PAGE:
Reviews

The Verdict for 'Tora! Tora! Tora!' Is the Same as the Event It Depicts: Japan 1, America 0

One of the last of the old-fashioned Hollywood blockbusters, Tora! Tora! Tora! offers both pleasure and tedium


Tora! Tora! Tora!

Director: Richard Fleischer, Toshio Masuda, Kinji Fukasaku
Cast: Martin Balsam, Joseph Cotton, So Yamamura, Tatsuya Mihashi
Distributor: Fox
Studio: 20th Century Fox
Release date: 2011-12

Tora! Tora! Tora! is a period piece in two senses of the phrase. One meaning is obvious: the film presents a detailed recreation of the December 1941 attack on Pearl Harbor, and the events leading up to it, at incredible multiples of the cost and preparation time required for the actual event. The second meaning may be less obvious, but is more relevant for contemporary viewers--Tora! Tora! Tora! is one of the last of its breed, an old-fashioned Hollywood epic produced at a time when that style of filmmaking had pretty much worn out its welcome with cinema audiences.

When Tora! Tora! Tora! was released in 1970, it was already a dinosaur in a world that had embraced a new style of film-making exemplified by groundbreaking films such as Bonnie and Clyde and Easy Rider. Dull extravagence was out, grit and “relevance” were in. Attitudes toward life and society had also changed, so a film about the heroism of war was particularly ill-timed, given the increasing opposition to America’s involvement in Vietnam.

Given the perspective of time, however, Tora! Tora! Tora! doesn’t look so bad—it’s no masterpiece, but it has aged better than expected, and offers a lot to enjoy even if it does seem determined to try your patience with its length (2 hours 25 minutes) and determinedly expository dialogue. As is well-known, it’s really two films in one, telling the story of Pearl Harbor from both the American and Japanese points of view.

For my money, the Japanese side of the story, directed by Toshio Masuda and Kinji Fukasaku, is a lot more interesting than the American side, directed by Richard Fleischer. For one thing, preparing for and going into battle is inherently more dramatic than all the things the Americans were doing instead of preparing for the attack that came. The script and acting on the Japanese side of the film is also a lot more subtle (multi-dimensional characters in a war film—what an idea!), so I'm afraid the verdict for the film is the same as for the attack itself: Japan 1, America 0.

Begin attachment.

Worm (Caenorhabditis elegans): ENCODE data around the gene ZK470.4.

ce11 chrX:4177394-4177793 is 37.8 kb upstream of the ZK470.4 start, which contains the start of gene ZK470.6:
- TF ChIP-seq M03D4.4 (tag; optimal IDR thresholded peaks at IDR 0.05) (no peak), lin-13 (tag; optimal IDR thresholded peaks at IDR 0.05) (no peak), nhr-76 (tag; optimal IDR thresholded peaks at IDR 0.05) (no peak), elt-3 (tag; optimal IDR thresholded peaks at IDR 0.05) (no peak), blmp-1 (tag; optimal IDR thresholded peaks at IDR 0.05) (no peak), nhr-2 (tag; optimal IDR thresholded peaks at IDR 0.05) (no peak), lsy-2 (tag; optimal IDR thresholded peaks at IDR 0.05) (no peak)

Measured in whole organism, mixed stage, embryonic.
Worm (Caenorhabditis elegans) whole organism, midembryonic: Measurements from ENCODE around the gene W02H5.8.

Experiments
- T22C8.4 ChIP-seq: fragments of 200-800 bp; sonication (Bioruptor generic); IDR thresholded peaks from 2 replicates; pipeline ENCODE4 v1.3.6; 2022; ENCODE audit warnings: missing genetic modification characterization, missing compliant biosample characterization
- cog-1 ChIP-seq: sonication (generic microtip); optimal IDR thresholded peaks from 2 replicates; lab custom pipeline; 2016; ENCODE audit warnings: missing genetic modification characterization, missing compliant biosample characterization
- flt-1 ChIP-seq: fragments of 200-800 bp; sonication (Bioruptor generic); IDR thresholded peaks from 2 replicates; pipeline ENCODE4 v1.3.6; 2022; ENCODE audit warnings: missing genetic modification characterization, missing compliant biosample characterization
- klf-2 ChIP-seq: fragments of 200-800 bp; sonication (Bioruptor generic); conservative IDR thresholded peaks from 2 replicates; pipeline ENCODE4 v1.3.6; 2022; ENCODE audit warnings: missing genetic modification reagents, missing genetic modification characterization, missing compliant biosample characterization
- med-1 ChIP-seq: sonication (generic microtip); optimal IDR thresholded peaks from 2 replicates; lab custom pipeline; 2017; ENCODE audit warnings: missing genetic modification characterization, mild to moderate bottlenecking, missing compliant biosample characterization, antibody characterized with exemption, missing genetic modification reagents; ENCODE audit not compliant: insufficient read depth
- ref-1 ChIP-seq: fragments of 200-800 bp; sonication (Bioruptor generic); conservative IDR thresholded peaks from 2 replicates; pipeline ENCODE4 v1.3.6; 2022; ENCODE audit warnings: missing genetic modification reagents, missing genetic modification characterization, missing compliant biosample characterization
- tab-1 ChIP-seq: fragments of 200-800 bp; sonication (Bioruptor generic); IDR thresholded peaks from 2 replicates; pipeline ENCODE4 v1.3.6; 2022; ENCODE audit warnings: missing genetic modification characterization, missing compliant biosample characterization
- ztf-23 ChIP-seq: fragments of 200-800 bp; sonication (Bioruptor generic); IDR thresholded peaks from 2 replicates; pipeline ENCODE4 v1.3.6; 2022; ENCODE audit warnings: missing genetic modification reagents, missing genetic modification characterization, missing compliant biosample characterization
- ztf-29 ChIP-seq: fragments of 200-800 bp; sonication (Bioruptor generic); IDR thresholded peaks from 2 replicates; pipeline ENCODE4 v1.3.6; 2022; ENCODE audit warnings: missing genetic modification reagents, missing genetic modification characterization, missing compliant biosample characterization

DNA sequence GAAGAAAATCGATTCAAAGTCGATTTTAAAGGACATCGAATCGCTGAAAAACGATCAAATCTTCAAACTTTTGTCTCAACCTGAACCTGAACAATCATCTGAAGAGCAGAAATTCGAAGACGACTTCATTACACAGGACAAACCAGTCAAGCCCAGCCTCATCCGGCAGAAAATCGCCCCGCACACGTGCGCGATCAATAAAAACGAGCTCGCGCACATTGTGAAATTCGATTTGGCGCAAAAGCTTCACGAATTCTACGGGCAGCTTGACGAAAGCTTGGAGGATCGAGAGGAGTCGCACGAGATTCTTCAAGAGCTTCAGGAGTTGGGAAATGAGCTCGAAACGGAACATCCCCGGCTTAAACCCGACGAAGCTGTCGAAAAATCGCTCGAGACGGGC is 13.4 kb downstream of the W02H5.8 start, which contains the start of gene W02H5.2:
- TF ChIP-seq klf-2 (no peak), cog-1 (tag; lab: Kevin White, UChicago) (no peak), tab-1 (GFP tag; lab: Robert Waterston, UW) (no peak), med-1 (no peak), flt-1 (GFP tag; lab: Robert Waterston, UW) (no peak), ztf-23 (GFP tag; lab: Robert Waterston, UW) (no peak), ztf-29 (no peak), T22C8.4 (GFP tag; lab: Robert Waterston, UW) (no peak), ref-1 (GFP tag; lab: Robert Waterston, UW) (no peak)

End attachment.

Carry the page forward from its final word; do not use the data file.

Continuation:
The cast is not exactly all-star, but a fine assemblage of character actors (there was no money in the budget for any Hollywood stars, the one blockbuster element that is lacking in Tora! Tora! Tora!). For the American side you have, among others, Martin Balsam, Joseph Cotton, E.G. Marshall, James Whitmore, Jaaon Robards, and Leon Ames. For the Japanese, So Yamamura, Tatsuya Mihashi, Takahiro Tamura, Shogo Shimada, and Eijiro Tono. They’re all capable professionals who get the job done, and if none of their characters invite the audience to identify with them, that’s the fault of the script and direction rather than the actors.

No doubt film audiences were more patient in 1970 than they are today, but it still takes a long time to get to the action, and the deliberate and didactic way historical events are spelled out with title cards (“With the signing of the Tri-Partite Pact, Japan becomes the third member of the Axis Alliance”) over tableau vivants of the event in question may leave you wondering if you are watching an educational newsreel rather than a feature film. Still, for World War II buffs, there’s a lot of pleasure to be had just watching the events of the attack on Pearl Harbour unfold, pageant-style. The film was made with the cooperation of the Navy, who may have been hoping for a success along the lines of Fox’s 1972 film The Longest Day, as well as a chance to play a role in the blockbuster recreation of one of the few events of World War II that was most popularized for American audiences.

The technical effects are impressive, particularly considering that everything you see had to be staged (no CGI in 1970!), either with models or in reality. A.D. Flowers and L.B. Abbott deservedly won an Oscar for special effects, and Tora! Tora! Tora! was also nominated for Oscars in the categories of art direction, cinematography, film editing, and sound. In small doses, this film can be quite enjoyable; the problem is, again, that it’s almost two and a half hours long, and most of that is taken up with scenes of people talking to each other, alternating with impressive but static panoramas accentuated by a determinedly old-fashioned score by Jerry Goldsmith that never misses a chance to scream at you: “This is really important!”

The Blu-Ray release of Tora! Tora! Tora! will appeal most to people who are already fans of the film, or who are interested in it because of the historical events portrayed. Fox has packaged the disc in a handsome, book-format case, with 22 pages of notes including information about the featured aircraft, the production process, and the principal characters in the historical events and the actors who play them in the film. The disc itself includes a generous package of extras, including a commentary track by Fleischer and film historian Stuart Galbraith IV, the "extended Japanese version" of the film (about four minutes longer), a documentary about the attack, an AMC Backstory feature on the film, a making-of documentary, a collection of Fox Movietone newsreels about the attack, two galleries of photos, and the original theatrical trailer.

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